Recent photographs

Model shoot – Sarah Shand

Up until recently most of my photo shoots have not include many people. However, back in the summer I was provided the opportunity to take part in shooting several different models for a beauty school. The pictures from that shoot can be seen in my portfolio under “Models”. At that event, one of the models I worked with was Sarah Shand. Together we recently decided to get together to take some photographs for her to use in her portfolio. The shoot went well and many of the images can be seen in my portfolio or the photo gallery. Below are a few images.

Studio lighting techniques

Up until recently the majority of my work focused on landscape, architecture and nature photography. I have, however, always like the idea of photographing models but just had not really tried it much. If you have looked at my portfolio you will see I have shot some models when the opportunity presented itself but the majority was the latter. Recently I tried my hand at some new lighting techniques like shooting white on white, blacks on blacks and some glamour photography. Below are a few images from the shoot.

It has been a busy summer

As the title indicates it has been a busy summer of taking photographs but I had neglected to upload the images to the site. Accordingly, I will be posting a few posts over the coming days to catch up a bit. Over the summer I was involved in various shoots ranging from nature photography to model shoots to astrophotography to  night shoots and creating large panoramas. I seem to enjoy many types of photography but if I had to choose some favorites they would be black and white and night time landscapes. If you have visited the site before please note that I have reorganized many of the categories and in doing so added a lot of new images to each in the process. I will continue to add new images as I process them.

Insect photography – challenging but often rewarding too!

Taking photographs of insects is often a tricky proposition. These skittish little creatures always seems to land where you can’t get a clear shot or just too far away to get a close enough composition (unless you like taking walks with an enormous telephoto lens). The key I have found and the only recipe for any success is patients. You need to keep your eyes open, track them and move slowly into position once they land (for flying insects like dragonflies). The other thing you need to do is have your camera settings set up before hand as they don’t generally stay in one position for too long. I either shoot on manual or aperture priority with spot metering for focus. To try and get the best shot I usually take a shot, move closer and take another and so on so I don’t completely miss a shot. The closer I get the better but I always have a shot, albeit maybe from further away than I want, that I can crop if need be.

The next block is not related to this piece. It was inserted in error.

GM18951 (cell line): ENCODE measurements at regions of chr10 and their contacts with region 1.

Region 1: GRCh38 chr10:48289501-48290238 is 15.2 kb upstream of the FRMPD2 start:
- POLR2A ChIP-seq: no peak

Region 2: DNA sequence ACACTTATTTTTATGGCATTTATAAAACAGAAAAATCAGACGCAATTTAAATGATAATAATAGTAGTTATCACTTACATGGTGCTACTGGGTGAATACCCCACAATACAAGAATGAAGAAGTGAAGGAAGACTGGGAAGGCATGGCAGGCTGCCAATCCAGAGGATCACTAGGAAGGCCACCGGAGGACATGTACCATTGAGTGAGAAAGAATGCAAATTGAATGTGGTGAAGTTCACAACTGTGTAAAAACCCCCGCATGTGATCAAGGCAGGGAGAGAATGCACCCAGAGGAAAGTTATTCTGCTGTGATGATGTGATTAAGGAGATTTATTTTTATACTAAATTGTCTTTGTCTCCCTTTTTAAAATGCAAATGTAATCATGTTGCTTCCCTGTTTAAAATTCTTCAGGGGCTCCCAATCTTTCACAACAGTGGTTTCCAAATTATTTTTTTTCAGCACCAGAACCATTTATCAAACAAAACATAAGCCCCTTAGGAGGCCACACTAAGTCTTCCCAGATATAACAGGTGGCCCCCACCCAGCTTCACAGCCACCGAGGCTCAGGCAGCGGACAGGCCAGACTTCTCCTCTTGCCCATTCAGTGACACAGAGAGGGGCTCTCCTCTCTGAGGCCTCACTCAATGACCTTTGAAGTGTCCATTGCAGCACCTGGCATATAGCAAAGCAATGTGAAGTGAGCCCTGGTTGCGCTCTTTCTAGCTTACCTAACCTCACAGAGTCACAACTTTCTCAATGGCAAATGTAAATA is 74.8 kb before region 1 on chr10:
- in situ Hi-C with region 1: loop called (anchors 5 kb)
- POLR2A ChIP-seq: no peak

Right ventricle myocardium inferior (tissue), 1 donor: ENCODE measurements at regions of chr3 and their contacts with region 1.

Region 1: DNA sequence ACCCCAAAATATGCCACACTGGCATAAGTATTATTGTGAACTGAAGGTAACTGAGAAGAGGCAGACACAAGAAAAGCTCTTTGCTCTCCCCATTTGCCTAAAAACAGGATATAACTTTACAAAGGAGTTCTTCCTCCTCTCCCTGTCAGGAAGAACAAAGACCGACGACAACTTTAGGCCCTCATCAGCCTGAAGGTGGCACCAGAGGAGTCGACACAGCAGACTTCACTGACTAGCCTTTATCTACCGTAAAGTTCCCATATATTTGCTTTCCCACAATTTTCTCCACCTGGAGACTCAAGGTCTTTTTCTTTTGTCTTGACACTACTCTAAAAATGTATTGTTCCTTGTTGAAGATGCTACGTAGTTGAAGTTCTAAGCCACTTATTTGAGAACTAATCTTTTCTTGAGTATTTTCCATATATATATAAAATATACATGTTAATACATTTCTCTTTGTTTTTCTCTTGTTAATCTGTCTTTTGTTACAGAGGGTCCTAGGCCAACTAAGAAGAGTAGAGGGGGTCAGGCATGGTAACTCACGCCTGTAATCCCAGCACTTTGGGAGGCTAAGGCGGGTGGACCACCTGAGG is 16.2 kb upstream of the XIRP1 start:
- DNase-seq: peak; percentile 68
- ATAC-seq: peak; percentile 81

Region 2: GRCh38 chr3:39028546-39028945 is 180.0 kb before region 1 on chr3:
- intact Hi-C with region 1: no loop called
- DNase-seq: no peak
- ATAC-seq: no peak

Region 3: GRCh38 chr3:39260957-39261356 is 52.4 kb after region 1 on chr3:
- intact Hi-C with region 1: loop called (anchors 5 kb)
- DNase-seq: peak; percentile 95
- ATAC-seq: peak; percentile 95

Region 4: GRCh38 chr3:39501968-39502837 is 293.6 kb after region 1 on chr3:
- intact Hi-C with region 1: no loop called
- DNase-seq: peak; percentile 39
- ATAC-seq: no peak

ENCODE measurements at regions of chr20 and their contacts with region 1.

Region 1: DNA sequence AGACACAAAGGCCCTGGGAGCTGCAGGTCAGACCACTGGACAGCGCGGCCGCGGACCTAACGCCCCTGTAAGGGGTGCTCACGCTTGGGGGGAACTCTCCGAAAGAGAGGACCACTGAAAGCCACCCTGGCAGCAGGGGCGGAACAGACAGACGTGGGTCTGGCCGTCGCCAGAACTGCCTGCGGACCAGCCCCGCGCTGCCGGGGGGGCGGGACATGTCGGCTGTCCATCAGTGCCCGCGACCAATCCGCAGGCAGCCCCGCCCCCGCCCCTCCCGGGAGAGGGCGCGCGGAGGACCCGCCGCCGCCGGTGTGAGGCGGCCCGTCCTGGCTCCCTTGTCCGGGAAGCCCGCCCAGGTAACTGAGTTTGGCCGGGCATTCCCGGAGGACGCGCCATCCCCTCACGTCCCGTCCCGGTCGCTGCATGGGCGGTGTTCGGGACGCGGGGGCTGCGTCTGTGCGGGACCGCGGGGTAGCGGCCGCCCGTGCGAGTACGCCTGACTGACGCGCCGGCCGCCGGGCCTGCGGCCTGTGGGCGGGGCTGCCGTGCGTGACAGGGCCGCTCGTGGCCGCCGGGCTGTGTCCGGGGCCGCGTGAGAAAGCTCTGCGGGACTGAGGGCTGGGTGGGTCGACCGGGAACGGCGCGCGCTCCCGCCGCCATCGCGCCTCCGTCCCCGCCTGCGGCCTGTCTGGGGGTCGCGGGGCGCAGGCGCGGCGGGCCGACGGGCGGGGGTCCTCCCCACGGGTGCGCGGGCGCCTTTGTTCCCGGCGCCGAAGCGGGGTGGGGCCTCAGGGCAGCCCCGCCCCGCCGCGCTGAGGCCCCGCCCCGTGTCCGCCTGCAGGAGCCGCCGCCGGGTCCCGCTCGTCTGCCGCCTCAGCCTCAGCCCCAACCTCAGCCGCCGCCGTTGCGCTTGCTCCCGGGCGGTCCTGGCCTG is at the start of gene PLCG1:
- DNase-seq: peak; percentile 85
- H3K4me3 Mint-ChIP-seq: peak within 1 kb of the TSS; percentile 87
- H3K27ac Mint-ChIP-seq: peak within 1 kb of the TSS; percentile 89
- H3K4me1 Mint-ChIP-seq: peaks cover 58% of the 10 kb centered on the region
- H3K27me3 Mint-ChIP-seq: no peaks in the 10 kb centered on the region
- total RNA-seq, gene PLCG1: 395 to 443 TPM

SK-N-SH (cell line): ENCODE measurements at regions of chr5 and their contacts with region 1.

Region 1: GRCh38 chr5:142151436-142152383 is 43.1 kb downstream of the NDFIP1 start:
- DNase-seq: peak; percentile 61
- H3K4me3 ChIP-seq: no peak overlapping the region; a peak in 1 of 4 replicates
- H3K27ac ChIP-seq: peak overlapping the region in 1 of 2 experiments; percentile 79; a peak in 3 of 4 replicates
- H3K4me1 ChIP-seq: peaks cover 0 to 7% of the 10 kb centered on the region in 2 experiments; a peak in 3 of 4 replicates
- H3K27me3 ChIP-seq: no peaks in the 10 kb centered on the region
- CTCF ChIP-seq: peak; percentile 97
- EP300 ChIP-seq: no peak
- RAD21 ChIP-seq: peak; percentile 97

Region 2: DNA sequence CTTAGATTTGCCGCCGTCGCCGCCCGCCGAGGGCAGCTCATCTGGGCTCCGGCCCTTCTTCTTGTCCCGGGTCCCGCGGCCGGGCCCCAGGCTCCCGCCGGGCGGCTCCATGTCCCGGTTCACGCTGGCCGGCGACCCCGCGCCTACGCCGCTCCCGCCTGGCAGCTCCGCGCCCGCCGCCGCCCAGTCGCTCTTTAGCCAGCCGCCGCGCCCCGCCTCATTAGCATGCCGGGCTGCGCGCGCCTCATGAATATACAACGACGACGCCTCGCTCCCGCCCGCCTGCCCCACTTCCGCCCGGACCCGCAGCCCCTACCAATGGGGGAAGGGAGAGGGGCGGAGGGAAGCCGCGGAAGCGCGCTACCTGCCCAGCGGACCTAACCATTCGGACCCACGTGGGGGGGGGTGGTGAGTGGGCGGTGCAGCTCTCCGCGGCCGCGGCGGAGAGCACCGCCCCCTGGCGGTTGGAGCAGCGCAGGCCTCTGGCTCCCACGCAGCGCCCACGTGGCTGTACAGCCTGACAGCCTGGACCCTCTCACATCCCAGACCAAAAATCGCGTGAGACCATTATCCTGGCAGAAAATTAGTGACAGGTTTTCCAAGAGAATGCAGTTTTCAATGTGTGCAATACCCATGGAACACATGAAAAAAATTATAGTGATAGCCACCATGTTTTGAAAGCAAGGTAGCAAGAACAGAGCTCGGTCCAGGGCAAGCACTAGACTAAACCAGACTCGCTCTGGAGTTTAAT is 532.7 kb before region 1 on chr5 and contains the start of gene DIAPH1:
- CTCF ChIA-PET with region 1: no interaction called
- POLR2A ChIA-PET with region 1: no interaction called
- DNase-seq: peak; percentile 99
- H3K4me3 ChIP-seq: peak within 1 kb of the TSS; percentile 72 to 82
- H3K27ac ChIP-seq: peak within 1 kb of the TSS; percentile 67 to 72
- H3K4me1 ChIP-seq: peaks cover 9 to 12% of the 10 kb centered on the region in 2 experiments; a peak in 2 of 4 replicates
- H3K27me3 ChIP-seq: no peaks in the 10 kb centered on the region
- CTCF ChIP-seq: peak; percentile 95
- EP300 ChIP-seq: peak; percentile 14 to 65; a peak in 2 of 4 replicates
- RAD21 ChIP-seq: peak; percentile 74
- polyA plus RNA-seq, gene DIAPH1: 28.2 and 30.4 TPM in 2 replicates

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Mill of Kintail Conservation Area

Milky way by Scott Hill PhotographyLast night was a late one. Despite the weather, I along with a few other photographers, ventured out to attempt to get a few pictures of the night sky. Luck was on our side and the sky was incredibly clear. Relatively little light pollution made it difficult to focus but the beauty of the stars made it a worth while trip. If you would like to try this I would highly recommend it. Find an area away from the city, it will be dark so take a light and learn your camera controls before hand, with a clear view of the sky ( a field works great ). The key is to focus your lens to infinity and make sure to use manual settings so you can control exposure. These images were take at ISO 3200 and approximately 15-25 seconds at f3.5. If the first image doesn’t look great, make adjustments to your exposure and take another. Don’t forget to enjoy the sky. Without light pollution it is entirely different. Instead of seeing a few stars, like in the city, you see a thousand times more. The detail you could see in the sky is what amazed me. Anyways, in this post is a pictures of the milky way. Enjoy.

 BTW -Watch out for mist on your lens as the air cools. Because of the low light it can be hard to detect and you may be disappointed when you get home and find your images appear blurry and out of focus.